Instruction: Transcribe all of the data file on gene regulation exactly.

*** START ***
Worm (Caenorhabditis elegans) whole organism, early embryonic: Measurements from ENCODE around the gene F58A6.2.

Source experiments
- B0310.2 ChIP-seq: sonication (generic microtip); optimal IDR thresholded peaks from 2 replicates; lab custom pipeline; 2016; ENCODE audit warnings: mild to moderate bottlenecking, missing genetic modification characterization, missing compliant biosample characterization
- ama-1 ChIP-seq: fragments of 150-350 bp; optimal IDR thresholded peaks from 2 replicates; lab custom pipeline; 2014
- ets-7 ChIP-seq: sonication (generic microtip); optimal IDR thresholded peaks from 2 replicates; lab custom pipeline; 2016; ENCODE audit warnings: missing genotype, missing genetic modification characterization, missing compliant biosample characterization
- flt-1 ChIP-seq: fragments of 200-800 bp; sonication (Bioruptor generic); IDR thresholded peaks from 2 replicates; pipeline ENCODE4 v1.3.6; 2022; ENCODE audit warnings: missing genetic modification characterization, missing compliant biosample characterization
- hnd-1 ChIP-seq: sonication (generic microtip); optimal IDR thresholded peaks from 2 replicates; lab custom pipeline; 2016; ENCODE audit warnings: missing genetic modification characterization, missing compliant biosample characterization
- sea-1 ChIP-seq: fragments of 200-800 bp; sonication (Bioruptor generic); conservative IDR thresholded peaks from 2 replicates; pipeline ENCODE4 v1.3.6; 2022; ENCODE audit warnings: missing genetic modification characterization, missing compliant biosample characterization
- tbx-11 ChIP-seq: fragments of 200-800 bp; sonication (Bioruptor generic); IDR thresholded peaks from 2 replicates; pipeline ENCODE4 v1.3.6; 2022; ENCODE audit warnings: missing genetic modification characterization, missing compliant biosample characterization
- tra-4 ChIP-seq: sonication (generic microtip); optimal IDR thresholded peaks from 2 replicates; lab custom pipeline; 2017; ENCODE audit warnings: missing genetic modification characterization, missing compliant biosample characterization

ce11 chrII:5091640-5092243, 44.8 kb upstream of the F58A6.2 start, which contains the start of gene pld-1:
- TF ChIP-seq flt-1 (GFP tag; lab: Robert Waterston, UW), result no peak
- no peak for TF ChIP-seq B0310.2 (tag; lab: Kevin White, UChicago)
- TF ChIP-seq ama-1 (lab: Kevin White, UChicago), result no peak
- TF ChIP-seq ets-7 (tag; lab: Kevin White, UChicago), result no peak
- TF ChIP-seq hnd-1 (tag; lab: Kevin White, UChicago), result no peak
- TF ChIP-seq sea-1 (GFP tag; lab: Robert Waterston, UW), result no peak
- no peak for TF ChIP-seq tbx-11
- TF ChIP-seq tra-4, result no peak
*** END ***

Worm (Caenorhabditis elegans) whole organism, early embryonic: Measurements from ENCODE around the gene F58A6.2.

Source experiments
- B0310.2 ChIP-seq: sonication (generic microtip); optimal IDR thresholded peaks from 2 replicates; lab custom pipeline; 2016; ENCODE audit warnings: mild to moderate bottlenecking, missing genetic modification characterization, missing compliant biosample characterization
- ama-1 ChIP-seq: fragments of 150-350 bp; optimal IDR thresholded peaks from 2 replicates; lab custom pipeline; 2014
- ets-7 ChIP-seq: sonication (generic microtip); optimal IDR thresholded peaks from 2 replicates; lab custom pipeline; 2016; ENCODE audit warnings: missing genotype, missing genetic modification characterization, missing compliant biosample characterization
- flt-1 ChIP-seq: fragments of 200-800 bp; sonication (Bioruptor generic); IDR thresholded peaks from 2 replicates; pipeline ENCODE4 v1.3.6; 2022; ENCODE audit warnings: missing genetic modification characterization, missing compliant biosample characterization
- hnd-1 ChIP-seq: sonication (generic microtip); optimal IDR thresholded peaks from 2 replicates; lab custom pipeline; 2016; ENCODE audit warnings: missing genetic modification characterization, missing compliant biosample characterization
- sea-1 ChIP-seq: fragments of 200-800 bp; sonication (Bioruptor generic); conservative IDR thresholded peaks from 2 replicates; pipeline ENCODE4 v1.3.6; 2022; ENCODE audit warnings: missing genetic modification characterization, missing compliant biosample characterization
- tbx-11 ChIP-seq: fragments of 200-800 bp; sonication (Bioruptor generic); IDR thresholded peaks from 2 replicates; pipeline ENCODE4 v1.3.6; 2022; ENCODE audit warnings: missing genetic modification characterization, missing compliant biosample characterization
- tra-4 ChIP-seq: sonication (generic microtip); optimal IDR thresholded peaks from 2 replicates; lab custom pipeline; 2017; ENCODE audit warnings: missing genetic modification characterization, missing compliant biosample characterization

ce11 chrII:5091640-5092243, 44.8 kb upstream of the F58A6.2 start, which contains the start of gene pld-1:
- TF ChIP-seq flt-1 (GFP tag; lab: Robert Waterston, UW), result no peak
- no peak for TF ChIP-seq B0310.2 (tag; lab: Kevin White, UChicago)
- TF ChIP-seq ama-1 (lab: Kevin White, UChicago), result no peak
- TF ChIP-seq ets-7 (tag; lab: Kevin White, UChicago), result no peak
- TF ChIP-seq hnd-1 (tag; lab: Kevin White, UChicago), result no peak
- TF ChIP-seq sea-1 (GFP tag; lab: Robert Waterston, UW), result no peak
- no peak for TF ChIP-seq tbx-11
- TF ChIP-seq tra-4, result no peak